Recent developments in Dhaka, notably the finalization of Bangladesh’s draft Indo-Pacific outlook by the Foreign Ministry, have led some to speculate that Bangladesh has “embrace[d]” the U.S. Indo-Pacific Strategy. A series of high-level visits to Bangladesh – centered around conversations on the Indo-Pacific – from U.S. National Security Council Senior Director for South Asia Rear Admiral Eileen Laubacher’s visit in January to British Indo-Pacific Minister Anne-Marie Trevelyan’s visit on March 10 – have reinforced this idea.
Earlier last month, in a speech in New Delhi outlining Japan’s “new” plan for a free and open Indo-Pacific (FOIP), Prime Minister Kishida Fumio spoke about the need for cooperation with Bangladesh under the “free and open Indo-Pacific” (FOIP) framework to harness the economic potential of the Bay of Bengal region. Local news reports from early March suggest that Admiral John Aquilino, commander of U.S. Indo-Pacific Command is slated to visit Bangladesh “in the coming weeks.”
The interest among these key Indo-Pacific players to include Bangladesh in their Indo-Pacific approaches is neither new nor surprising. As a key littoral in the north of Bay of Bengal – through which important sea lines of communication pass – Bangladesh has an important role to play in facilitating free maritime passage through the Bay, which forms part of the larger Indo-Pacific. As early as 2014, the United States discussed developing the Indo-Pacific Economic Corridor with Bangladesh as part of the third U.S.-Bangladesh partnership dialogue. Even the Trump administration, which adopted a restrictive geographic delimitation of the Indo-Pacific region in its 2017 National Security Strategy, acknowledged Bangladesh as an “important partner” in the region. Bangladesh also finds mention in Japan’s vision of Indo-Pacific as outlined in its 2019 “Towards Free and Open Indo-Pacific” policy document.
In response, Dhaka adopted a “wait-and-see” approach, possibly since the “Indo-Pacific” concept was being seen as an attempt to counter China, which is Bangladesh’s top trading and arms supplier. Such a response is not unique to Bangladesh, but was visible across South and Southeast Asian countries, which share a complex relationship with China marked by a high level of interdependency.
Over time, Dhaka’s approach has taken the shape of a more mature balancing act wherein it leverages ties with the United States to “set better terms with both China and India.” Bangladesh’s stern reaction to Chinese warnings over Dhaka’s possible participation in the Quad indicates that it does maintain an independent foreign policy position. Similarly, Dhaka seems to have ignored China’s caution to Bangladesh on joining the Indo-Pacific Economic Framework (IPEF) by going forward with its study on whether IPEF would be beneficial to Bangladesh’s own national interest.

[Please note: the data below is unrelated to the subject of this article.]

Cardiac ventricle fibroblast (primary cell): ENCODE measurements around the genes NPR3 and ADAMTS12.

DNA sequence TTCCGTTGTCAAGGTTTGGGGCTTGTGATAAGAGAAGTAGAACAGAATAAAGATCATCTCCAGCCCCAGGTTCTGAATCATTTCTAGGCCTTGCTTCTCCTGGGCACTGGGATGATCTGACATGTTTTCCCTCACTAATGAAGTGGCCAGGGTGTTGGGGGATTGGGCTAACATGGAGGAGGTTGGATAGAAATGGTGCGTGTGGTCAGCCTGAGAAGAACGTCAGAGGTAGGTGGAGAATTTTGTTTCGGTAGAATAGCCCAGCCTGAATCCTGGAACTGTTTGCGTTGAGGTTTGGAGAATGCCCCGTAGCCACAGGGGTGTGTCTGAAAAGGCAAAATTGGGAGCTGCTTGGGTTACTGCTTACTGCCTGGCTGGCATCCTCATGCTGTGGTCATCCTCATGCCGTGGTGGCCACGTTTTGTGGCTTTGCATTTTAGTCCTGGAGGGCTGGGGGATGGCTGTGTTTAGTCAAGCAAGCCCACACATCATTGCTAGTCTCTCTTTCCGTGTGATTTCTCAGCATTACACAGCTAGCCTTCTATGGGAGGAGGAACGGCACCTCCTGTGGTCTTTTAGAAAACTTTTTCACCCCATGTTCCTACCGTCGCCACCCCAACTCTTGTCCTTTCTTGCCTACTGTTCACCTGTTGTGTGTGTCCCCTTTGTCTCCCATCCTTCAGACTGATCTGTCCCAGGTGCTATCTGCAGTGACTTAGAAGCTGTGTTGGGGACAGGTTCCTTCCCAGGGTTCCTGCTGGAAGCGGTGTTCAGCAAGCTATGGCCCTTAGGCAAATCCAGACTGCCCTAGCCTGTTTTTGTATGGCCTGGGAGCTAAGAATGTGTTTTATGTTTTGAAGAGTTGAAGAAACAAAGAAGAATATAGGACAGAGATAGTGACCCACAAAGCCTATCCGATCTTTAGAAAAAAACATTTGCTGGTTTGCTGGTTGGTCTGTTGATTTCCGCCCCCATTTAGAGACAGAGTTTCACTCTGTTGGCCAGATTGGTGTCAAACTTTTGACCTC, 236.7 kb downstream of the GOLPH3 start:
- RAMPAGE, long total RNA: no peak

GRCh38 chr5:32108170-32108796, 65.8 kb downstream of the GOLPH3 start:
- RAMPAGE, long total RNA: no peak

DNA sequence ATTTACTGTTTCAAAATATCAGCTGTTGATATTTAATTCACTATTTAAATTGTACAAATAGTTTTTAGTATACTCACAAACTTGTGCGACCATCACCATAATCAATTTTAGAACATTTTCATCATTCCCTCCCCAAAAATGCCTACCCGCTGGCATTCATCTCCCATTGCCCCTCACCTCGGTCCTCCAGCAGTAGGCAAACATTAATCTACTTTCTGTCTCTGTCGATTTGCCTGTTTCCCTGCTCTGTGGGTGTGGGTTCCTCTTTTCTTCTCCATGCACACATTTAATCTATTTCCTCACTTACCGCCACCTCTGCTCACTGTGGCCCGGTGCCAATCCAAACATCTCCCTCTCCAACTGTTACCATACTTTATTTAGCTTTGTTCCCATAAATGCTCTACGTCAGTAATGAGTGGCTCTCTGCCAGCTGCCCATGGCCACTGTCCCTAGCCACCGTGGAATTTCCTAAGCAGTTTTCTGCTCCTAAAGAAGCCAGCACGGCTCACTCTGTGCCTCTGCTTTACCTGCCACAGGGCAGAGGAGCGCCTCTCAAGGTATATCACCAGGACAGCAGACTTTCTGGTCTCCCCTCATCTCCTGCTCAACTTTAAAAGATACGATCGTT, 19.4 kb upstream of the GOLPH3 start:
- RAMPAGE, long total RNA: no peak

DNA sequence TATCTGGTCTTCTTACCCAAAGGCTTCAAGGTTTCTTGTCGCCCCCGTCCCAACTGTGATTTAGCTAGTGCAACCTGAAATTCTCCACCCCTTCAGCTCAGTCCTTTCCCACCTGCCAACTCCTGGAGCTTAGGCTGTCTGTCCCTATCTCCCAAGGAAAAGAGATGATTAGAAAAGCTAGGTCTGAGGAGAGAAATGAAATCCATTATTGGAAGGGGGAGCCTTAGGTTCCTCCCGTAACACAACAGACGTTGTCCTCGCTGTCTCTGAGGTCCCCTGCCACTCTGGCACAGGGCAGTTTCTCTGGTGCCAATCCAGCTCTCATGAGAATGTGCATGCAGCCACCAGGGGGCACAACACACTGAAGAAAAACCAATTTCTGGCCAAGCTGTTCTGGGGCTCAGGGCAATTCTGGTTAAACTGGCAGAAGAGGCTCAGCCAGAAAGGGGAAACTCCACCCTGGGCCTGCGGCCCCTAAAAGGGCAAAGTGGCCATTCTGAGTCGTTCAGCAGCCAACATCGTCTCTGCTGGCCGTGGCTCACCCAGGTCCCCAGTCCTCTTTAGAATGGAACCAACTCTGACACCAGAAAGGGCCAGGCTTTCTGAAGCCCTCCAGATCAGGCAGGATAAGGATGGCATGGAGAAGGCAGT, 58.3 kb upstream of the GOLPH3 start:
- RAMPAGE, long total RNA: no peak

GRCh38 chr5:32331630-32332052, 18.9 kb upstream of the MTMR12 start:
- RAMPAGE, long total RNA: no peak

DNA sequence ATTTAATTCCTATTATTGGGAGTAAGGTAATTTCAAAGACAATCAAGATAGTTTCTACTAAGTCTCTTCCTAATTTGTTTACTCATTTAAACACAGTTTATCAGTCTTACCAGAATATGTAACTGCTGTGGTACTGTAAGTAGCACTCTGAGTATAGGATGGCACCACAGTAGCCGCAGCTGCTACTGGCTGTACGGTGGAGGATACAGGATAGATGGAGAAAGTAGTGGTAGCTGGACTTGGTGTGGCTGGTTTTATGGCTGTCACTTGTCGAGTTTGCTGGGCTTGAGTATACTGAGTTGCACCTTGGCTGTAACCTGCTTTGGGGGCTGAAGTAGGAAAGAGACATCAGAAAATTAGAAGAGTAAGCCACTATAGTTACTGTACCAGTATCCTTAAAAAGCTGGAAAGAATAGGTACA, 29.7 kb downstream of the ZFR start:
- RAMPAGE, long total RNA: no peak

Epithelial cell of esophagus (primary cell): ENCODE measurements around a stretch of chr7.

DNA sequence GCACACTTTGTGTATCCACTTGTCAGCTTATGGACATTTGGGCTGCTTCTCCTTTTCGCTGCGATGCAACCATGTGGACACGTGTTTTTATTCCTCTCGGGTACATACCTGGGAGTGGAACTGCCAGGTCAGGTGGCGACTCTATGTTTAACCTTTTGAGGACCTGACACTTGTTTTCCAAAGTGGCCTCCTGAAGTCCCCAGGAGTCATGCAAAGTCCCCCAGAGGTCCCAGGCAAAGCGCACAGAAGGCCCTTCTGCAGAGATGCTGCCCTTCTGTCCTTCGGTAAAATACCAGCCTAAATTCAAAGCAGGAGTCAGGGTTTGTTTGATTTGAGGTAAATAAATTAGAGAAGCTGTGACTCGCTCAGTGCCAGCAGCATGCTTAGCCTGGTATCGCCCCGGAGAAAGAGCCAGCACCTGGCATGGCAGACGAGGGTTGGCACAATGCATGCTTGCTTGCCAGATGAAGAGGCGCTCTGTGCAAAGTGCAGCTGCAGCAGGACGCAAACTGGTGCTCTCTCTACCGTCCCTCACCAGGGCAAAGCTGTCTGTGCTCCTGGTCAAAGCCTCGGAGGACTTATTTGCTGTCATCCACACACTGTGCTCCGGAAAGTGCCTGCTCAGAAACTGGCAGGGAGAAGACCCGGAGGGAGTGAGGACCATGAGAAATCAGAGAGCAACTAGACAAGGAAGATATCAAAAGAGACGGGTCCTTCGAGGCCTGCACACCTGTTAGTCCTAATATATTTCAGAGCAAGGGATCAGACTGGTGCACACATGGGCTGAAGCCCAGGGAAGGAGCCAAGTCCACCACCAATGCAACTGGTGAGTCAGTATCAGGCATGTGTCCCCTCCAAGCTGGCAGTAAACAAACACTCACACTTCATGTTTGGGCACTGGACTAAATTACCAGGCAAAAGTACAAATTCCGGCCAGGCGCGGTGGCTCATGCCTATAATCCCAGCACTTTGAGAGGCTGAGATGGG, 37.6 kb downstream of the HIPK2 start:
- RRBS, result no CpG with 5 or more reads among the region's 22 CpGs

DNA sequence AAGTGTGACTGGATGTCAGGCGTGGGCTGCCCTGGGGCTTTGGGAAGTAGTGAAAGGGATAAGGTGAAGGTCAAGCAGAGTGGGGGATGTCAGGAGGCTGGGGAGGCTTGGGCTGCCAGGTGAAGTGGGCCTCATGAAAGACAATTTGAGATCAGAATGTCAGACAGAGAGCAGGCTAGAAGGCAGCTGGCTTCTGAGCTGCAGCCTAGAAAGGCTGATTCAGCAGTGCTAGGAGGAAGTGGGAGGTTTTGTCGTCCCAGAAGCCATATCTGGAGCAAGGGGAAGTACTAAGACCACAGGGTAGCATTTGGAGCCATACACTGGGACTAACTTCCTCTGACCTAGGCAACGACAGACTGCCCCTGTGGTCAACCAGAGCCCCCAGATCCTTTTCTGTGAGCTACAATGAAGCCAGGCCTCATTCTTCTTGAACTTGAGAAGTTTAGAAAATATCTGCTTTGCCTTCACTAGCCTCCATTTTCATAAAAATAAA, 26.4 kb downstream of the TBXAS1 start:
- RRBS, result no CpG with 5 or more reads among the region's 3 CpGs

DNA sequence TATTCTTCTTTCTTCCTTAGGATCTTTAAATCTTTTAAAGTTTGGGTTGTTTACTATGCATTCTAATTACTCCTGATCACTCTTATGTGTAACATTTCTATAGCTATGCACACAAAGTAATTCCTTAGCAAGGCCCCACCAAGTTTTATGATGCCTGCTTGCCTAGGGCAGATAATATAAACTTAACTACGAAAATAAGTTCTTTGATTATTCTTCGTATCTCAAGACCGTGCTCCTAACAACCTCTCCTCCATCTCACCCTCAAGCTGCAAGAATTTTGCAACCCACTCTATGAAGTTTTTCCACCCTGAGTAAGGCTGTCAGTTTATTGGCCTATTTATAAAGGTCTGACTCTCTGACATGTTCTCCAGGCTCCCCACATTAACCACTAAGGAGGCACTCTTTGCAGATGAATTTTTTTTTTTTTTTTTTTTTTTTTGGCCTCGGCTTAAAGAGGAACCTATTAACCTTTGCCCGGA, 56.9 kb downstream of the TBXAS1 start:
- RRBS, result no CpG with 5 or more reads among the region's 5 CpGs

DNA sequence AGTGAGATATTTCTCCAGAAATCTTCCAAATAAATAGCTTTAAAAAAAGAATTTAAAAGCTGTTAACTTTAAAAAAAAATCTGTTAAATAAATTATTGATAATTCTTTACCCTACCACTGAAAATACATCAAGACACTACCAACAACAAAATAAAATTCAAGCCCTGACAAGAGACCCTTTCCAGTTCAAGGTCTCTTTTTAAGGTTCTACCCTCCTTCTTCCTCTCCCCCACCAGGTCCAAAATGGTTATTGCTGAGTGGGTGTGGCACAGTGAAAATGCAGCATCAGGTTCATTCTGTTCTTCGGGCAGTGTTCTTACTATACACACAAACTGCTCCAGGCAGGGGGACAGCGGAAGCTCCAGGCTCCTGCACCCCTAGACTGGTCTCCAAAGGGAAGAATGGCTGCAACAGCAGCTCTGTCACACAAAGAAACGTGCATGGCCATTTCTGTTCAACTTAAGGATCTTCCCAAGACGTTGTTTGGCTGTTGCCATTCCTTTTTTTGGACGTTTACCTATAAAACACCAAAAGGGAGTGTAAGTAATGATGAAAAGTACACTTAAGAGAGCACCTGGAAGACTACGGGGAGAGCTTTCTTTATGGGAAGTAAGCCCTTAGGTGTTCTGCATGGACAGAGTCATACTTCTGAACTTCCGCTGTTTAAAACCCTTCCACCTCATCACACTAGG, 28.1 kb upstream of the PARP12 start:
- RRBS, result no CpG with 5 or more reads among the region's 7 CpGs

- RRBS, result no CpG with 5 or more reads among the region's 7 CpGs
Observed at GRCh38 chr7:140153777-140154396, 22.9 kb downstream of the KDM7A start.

While it may be tempting to read these foreign policy choices as “embracing” the Indo-Pacific, a closer look at these decisions reflects a continued sense of hesitancy characteristic of Bangladesh’s balancing approach. Concerns in Bangladesh’s strategic community about arms proliferation in the region due to initiatives such as AUKUS are reflected in the government’s position. Bangladesh’s refusal to engage with United States on discussions on security of the Bay of Bengal region reflects continued mistrust toward the U.S. security role in the region.
Bangladesh’s skepticism toward the Indo-Pacific was on display during U.S. Under Secretary for Political Affairs Victoria Nuland’s visit to Bangladesh in March 2022 The trip was depicted by Washington as an attempt to “underscore U.S. commitment to, and cooperation with Indo-Pacific partners,” but the press release by the Bangladesh’s Ministry of Foreign Affairs on the visit outlining areas of discussion makes no mention of the Indo-Pacific. Even Bangladesh’s latest Indo-Pacific Outlook, which is awaiting Prime Minister Sheikh Hasina’s approval, only discusses Bangladesh’s interest in the region from an economic point of view, with military or defense issues “completely avoided.”
The Ukraine conflict has complicated foreign policy choices for countries by constraining the space for balancing as the zero-sum nature of great power competition becomes acutely visible. The Indo-Pacific is emerging as the foremost theater for such competition, making it difficult for countries such as Bangladesh to adopt a neutral stance. However, premature assumptions that Bangladesh would join Indo-Pacific initiatives as the competition intensifies misread fundamentals of Dhaka’s foreign policy and the deep nature of Bangladesh-China ties.
For China, Bangladesh is a key lynchpin in the Maritime Silk Road, and Dhaka is an active participant in it. China has invested heavily in Bangladesh’s naval modernization, including through financing of the country’s submarine base, which will house the two Chinese Ming-class Type 035B diesel submarines that Bangladesh bought from China in 2013. Possibly to discourage Bangladesh’s growing comfort with the Indo-Pacific, at a recent gathering of journalists at the Chinese embassy as part of the annual Spring Dialogue, Chinese Ambassador to Bangladesh Yao Wen outlined China’s position on “the so-called Indo-Pacific Strategy” and how it has “very strong defense elements.”
As Bangladesh tries to navigate the strategic competition in the Indo-Pacific, its actions will be governed by its foreign policy adage: “friendship to all and malice towards none.” Toward that end, Bangladesh will remain committed to non-alignment and neutrality through participation in a variety of multilateral institutions in the region, whether it is Washington’s IPEF, the China-led Indian Ocean Region Forum, or the multilateral Regional Comprehensive Economic Partnership (RCEP).